‘Trick Mirror: Reflections on Self-Delusion’ by Jia Tolentino has been highlighted in several best of 2019 non-fiction book lists recently. The New Yorker staff writer’s debut collection of nine essays are pieces of cultural criticism about modern life today with its relentless focus on performance, productivity and optimisation. In ‘Trick Mirror’, Tolentino explores what this means for the development of the Internet and the current wave of feminism amongst other things.
In the opening essay, ‘The I in Internet’, Tolentino notes that 1999 was “the You’ve Got Mail era, when it seemed that the very worst thing that could happen online was that you might fall in love with your business rival”. By around 2012, however, the less romantic and more sinister consequences of social media had become more apparent and Tolentino is incisive and articulate in her analysis of how these platforms have changed the way we behave and perceive ourselves and others.
‘Reality TV Me’ is an engaging essay about the summer when Tolentino starred in a teen reality TV show filmed in Puerto Rico in 2005, before the technology existed for such content to go viral online so easily. Other topics covered in ‘Trick Mirror’ include women in modern literature (‘Pure Heroines’), how sexual assault cases are investigated on university campuses (‘We Come From Old Virginia’) and the prominence of scams in modern culture from the Fyre Festival to the election of Donald Trump (‘The Story of a Generation in Seven Scams’). The final essay, ‘I Thee Dread’, is an excellent take-down of the wedding industry and is among the strongest in the collection in my view.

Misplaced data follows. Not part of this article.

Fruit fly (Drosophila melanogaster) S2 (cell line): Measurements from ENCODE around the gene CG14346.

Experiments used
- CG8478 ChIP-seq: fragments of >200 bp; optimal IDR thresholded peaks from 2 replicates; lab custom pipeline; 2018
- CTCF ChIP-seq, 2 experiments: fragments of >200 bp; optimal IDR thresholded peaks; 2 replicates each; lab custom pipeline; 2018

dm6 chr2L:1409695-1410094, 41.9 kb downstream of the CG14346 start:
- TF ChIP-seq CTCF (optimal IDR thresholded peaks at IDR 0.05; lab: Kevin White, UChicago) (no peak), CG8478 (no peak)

The essays all have complex structures, often going off in tangents. As a themed collection, ‘Trick Mirror’ is maybe too broad in its “focus” on modern life to be entirely cohesive, but it is brimming with clever and original ideas, even in the absence of solutions to some of the more troubling aspects explored here. I am pleased to see that Zadie Smith has championed this book too, because much like Smith’s best fiction, ‘Trick Mirror’ is intellectually engaging rather than dry and academic.